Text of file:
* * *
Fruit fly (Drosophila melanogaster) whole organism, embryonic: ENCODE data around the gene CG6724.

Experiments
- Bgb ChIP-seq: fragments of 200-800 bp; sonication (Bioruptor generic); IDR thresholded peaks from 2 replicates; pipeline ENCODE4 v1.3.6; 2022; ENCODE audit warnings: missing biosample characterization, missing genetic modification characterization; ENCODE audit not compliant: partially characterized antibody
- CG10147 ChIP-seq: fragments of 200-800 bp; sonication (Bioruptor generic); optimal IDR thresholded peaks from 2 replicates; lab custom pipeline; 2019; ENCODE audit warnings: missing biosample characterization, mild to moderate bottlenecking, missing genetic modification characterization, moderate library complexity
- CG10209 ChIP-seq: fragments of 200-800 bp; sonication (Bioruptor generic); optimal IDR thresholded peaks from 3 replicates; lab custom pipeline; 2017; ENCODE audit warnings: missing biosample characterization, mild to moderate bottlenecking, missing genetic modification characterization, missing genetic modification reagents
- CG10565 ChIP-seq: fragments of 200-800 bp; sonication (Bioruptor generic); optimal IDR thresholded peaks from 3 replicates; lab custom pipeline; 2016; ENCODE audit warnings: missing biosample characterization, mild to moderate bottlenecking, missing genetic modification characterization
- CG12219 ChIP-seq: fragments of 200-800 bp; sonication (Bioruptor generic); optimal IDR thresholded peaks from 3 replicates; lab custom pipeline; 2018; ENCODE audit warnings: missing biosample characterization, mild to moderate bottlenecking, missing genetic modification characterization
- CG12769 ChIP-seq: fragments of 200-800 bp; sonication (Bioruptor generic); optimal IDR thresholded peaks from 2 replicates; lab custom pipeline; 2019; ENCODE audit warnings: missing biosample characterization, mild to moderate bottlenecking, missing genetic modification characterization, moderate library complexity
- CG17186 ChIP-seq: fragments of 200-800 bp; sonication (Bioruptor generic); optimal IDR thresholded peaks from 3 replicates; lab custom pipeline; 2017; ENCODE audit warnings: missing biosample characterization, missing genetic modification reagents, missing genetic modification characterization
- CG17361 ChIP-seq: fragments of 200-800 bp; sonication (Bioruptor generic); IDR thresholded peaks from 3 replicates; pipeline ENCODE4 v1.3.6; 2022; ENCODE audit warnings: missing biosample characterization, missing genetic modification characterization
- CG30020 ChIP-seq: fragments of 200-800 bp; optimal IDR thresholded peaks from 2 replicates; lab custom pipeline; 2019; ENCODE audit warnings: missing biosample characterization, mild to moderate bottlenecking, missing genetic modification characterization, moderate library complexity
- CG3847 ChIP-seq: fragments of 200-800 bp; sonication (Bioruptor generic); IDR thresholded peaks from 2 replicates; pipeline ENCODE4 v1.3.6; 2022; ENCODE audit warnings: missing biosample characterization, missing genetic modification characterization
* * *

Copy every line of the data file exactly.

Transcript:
Fruit fly (Drosophila melanogaster) whole organism, embryonic: ENCODE data around the gene CG6724.

Experiments
- Bgb ChIP-seq: fragments of 200-800 bp; sonication (Bioruptor generic); IDR thresholded peaks from 2 replicates; pipeline ENCODE4 v1.3.6; 2022; ENCODE audit warnings: missing biosample characterization, missing genetic modification characterization; ENCODE audit not compliant: partially characterized antibody
- CG10147 ChIP-seq: fragments of 200-800 bp; sonication (Bioruptor generic); optimal IDR thresholded peaks from 2 replicates; lab custom pipeline; 2019; ENCODE audit warnings: missing biosample characterization, mild to moderate bottlenecking, missing genetic modification characterization, moderate library complexity
- CG10209 ChIP-seq: fragments of 200-800 bp; sonication (Bioruptor generic); optimal IDR thresholded peaks from 3 replicates; lab custom pipeline; 2017; ENCODE audit warnings: missing biosample characterization, mild to moderate bottlenecking, missing genetic modification characterization, missing genetic modification reagents
- CG10565 ChIP-seq: fragments of 200-800 bp; sonication (Bioruptor generic); optimal IDR thresholded peaks from 3 replicates; lab custom pipeline; 2016; ENCODE audit warnings: missing biosample characterization, mild to moderate bottlenecking, missing genetic modification characterization
- CG12219 ChIP-seq: fragments of 200-800 bp; sonication (Bioruptor generic); optimal IDR thresholded peaks from 3 replicates; lab custom pipeline; 2018; ENCODE audit warnings: missing biosample characterization, mild to moderate bottlenecking, missing genetic modification characterization
- CG12769 ChIP-seq: fragments of 200-800 bp; sonication (Bioruptor generic); optimal IDR thresholded peaks from 2 replicates; lab custom pipeline; 2019; ENCODE audit warnings: missing biosample characterization, mild to moderate bottlenecking, missing genetic modification characterization, moderate library complexity
- CG17186 ChIP-seq: fragments of 200-800 bp; sonication (Bioruptor generic); optimal IDR thresholded peaks from 3 replicates; lab custom pipeline; 2017; ENCODE audit warnings: missing biosample characterization, missing genetic modification reagents, missing genetic modification characterization
- CG17361 ChIP-seq: fragments of 200-800 bp; sonication (Bioruptor generic); IDR thresholded peaks from 3 replicates; pipeline ENCODE4 v1.3.6; 2022; ENCODE audit warnings: missing biosample characterization, missing genetic modification characterization
- CG30020 ChIP-seq: fragments of 200-800 bp; optimal IDR thresholded peaks from 2 replicates; lab custom pipeline; 2019; ENCODE audit warnings: missing biosample characterization, mild to moderate bottlenecking, missing genetic modification characterization, moderate library complexity
- CG3847 ChIP-seq: fragments of 200-800 bp; sonication (Bioruptor generic); IDR thresholded peaks from 2 replicates; pipeline ENCODE4 v1.3.6; 2022; ENCODE audit warnings: missing biosample characterization, missing genetic modification characterization